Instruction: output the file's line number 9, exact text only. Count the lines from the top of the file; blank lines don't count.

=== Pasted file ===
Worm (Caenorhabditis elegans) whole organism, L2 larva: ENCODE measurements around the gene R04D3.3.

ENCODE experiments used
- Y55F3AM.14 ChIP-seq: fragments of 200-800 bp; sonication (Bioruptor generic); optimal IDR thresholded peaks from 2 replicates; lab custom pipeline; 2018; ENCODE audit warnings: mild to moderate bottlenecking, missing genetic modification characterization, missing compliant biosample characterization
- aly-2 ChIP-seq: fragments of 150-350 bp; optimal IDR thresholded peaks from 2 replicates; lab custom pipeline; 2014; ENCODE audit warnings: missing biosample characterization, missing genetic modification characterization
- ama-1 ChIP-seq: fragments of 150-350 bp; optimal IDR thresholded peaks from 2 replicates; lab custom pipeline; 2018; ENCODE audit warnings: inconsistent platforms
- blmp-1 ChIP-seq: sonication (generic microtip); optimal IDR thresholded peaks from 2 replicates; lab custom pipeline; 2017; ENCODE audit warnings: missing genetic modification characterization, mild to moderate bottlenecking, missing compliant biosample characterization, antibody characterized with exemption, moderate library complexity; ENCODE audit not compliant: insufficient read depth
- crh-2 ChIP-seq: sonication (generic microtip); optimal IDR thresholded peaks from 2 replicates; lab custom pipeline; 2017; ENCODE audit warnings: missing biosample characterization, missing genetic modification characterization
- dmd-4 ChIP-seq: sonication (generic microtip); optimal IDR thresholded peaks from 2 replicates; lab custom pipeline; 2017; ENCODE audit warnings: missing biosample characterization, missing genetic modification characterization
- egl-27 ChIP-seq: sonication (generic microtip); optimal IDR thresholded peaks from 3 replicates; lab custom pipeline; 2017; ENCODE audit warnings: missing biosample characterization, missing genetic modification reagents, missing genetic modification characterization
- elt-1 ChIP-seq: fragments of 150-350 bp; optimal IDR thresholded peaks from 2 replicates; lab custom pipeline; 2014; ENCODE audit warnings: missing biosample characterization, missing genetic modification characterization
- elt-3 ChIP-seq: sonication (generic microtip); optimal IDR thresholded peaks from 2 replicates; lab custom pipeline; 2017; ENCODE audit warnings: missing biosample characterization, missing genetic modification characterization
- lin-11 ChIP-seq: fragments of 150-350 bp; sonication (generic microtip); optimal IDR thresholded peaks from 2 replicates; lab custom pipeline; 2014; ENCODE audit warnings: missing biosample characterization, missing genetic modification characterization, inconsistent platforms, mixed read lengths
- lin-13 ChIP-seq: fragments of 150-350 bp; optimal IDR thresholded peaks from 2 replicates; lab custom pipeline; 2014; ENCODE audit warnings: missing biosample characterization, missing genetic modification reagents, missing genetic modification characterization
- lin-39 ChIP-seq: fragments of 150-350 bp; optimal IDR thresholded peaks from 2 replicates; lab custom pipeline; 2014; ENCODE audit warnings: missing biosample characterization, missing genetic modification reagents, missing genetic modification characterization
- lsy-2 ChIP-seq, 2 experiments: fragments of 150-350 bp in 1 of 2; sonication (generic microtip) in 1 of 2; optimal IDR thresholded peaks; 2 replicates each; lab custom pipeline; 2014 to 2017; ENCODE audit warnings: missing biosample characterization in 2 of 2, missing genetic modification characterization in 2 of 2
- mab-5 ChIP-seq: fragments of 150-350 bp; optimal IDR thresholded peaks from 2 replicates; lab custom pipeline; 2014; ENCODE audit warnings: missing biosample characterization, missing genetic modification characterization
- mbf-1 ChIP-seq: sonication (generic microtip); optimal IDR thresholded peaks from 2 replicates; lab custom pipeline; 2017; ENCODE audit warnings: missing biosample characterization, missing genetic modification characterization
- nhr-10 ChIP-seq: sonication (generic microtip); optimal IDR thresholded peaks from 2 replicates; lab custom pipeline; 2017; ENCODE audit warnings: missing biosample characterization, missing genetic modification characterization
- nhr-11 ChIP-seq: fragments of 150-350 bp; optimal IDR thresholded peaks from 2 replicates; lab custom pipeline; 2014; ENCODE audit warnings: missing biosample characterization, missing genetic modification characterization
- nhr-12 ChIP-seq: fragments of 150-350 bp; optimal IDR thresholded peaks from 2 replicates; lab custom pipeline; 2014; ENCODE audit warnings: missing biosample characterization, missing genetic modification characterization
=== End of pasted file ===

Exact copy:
- egl-27 ChIP-seq: sonication (generic microtip); optimal IDR thresholded peaks from 3 replicates; lab custom pipeline; 2017; ENCODE audit warnings: missing biosample characterization, missing genetic modification reagents, missing genetic modification characterization